The Robot Operating System (ROS) does not currently work out-of-the-box with Python 3. ROS officially supports Python 2.7 and ROS 2 supports Python 3 natively. Since Python 2.7 support is now deprecated, and most robots in 2020 still use ROS (not ROS 2), it becomes neccessary to set up Python 3 with ROS in order to take full advantage of the latest features in many useful libraries/toolboxes which require Python 3 to run. Setting up virtual environments (for example conda envs) for Python projects is also recommended practice, however getting Anaconda to work with ROS can be tricky.
This brief tutorial offers a step by step guide for running ROS with Python 3 and OpenCV from within a conda environment. It’s worthwhile noting that I use ROS Kinetic which is default complied with Python 2.7 instead of reinstalling and compiling ROS with Python 3. Assuming that a Python 3 conda environment has already been set up and activated (see this tutorial for details of how to do so) proceed with the steps below.
Install the ROS Python packages
- Install rospkg, catkin_pkg, and opencv:
conda install -c conda-forge rospkg catkin_pkg opencv
- Install rosbag and sensor msgs:
conda install -c conda-forge ros-rosbag ros-sensor-msgs
- Install opencv-python:
pip install opencv-python
- Disbale ROS Opencv (this is a hack since ROS OpenCV supports Python 2.7, so we rename the cv2.so library file to avoid conflicts so that import cv2 works):
sudo mv cv2.so cv2_ros.so
Install cv_bridge from source
cv_bridge, which is part of the ROS perception vision_opencv package, must be compiled with Python 3 enabled. Begin by creating and configuring a catkin workspace pointing to your Anaconda Python 3.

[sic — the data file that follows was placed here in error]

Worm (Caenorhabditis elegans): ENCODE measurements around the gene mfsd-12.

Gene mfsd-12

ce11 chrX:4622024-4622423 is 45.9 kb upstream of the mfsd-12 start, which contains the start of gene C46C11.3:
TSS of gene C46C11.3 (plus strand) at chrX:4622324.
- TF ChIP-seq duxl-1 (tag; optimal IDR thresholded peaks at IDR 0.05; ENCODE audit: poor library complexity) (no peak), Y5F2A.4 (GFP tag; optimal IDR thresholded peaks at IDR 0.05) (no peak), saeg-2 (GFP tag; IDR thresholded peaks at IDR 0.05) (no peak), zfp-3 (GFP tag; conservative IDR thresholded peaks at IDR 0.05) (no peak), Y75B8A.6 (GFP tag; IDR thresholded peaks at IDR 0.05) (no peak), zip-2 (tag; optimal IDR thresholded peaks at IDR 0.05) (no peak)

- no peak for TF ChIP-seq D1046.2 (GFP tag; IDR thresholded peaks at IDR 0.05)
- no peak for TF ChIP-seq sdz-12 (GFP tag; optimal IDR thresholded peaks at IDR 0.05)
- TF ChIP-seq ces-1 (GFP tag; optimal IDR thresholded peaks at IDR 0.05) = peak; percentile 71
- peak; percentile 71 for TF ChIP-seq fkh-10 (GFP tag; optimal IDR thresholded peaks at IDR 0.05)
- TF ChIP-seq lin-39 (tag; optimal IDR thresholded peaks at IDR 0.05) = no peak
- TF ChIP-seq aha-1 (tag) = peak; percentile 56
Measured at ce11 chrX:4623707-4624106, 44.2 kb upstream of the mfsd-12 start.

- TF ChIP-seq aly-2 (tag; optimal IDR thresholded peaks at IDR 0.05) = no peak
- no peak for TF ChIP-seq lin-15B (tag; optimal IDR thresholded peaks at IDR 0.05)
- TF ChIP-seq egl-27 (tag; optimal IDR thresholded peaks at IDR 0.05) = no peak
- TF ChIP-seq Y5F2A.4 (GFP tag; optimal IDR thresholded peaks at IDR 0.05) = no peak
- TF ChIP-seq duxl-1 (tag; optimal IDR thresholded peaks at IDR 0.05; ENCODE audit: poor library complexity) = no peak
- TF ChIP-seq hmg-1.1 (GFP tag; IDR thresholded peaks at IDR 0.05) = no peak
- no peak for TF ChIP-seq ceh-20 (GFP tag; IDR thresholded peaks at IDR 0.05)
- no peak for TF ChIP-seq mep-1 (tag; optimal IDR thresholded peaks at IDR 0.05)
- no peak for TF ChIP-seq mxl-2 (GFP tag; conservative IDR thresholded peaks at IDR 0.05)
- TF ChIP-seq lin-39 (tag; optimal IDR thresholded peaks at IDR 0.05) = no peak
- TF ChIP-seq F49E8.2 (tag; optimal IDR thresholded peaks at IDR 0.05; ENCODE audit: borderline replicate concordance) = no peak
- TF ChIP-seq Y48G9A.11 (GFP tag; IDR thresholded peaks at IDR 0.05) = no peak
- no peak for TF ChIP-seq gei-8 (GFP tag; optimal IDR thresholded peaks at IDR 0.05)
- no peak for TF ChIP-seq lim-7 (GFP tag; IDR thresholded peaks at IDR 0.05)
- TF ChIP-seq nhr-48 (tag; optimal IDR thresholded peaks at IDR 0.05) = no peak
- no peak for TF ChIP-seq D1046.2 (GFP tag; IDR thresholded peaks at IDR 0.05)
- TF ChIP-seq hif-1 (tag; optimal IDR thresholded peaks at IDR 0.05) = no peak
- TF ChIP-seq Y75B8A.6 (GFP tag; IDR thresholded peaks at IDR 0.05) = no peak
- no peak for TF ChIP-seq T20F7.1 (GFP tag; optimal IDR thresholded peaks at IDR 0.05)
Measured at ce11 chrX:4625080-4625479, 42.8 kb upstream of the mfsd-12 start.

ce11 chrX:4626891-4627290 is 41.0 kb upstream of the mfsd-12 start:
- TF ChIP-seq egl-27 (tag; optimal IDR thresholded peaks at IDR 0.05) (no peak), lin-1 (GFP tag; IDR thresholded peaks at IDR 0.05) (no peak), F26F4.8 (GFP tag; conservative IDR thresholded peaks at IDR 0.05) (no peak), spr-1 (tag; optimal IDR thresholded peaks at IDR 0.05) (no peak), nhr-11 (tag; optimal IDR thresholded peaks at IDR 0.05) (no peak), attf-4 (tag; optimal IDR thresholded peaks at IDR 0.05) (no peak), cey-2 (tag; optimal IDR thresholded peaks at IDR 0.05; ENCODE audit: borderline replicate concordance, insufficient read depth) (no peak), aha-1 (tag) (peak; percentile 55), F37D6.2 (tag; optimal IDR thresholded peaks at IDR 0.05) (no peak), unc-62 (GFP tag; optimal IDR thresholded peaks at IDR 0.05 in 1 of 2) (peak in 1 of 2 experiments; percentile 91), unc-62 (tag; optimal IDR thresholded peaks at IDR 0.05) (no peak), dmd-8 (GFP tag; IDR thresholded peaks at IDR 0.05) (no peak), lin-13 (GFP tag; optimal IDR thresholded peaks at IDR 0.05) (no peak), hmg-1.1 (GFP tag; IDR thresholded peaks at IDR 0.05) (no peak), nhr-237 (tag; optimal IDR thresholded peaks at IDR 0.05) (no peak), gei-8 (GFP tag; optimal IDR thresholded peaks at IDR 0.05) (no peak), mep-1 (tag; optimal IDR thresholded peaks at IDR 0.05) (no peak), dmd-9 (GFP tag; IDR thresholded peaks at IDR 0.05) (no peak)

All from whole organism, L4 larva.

- Create the ROS workspace:
- Configure the workspace:
catkin config -DPYTHON_EXECUTABLE=/home/robot/anaconda3/envs/deeplearning/bin/python -DPYTHON_INCLUDE_DIR=/home/robot/anaconda3/envs/deeplearning/include/python3.6m -DPYTHON_LIBRARY=/home/robot/anaconda3/envs/deeplearning/lib/libpython3.6m.so. This example if for an environment named deeplearning which was created with Python 3.6
- Set install:
catkin config --install
- Create a src directory:
mkdir src && cd src
- Clone the vision_opencv repository:
git clone -b kinetic https://github.com/ros-perception/vision_opencv.git
- Build the project:
cd catkin_build_ws and catkin_make_isolated --install -DCMAKE_BUILD_TYPE=Release -DSETUPTOOLS_DEB_LAYOUT=OFF
- To make sure your system finds the library files run:
source install_isolated/setup.bash --extend
Update .bashrc file
To avoid having to constantly source the ROS workspace and load the library path, add the following lines to your ~/.bashrc file:
source ~/catkin_build_ws/install_isolated/setup.bash --extend and
Now you can import cv_bridge and import cv2 in Python 3 with ROS support.
To use this setup with PyCharm simply activate your conda environment within terminal. You may need to run
unset PYTHONPATH before opening PyCharm from this terminal.
2 thoughts on “Setting up ROS with Python 3 and OpenCV”
Hi! I found this post from a Google search, just for your information in 2021 installing ROS in conda should be much straightforward, see the following links:
View at Medium.com
ROS Noetic targets Python 3 unlike Kinetic which is built with Python 2.7. So the setup should me more straightforward for ROS Noetic.
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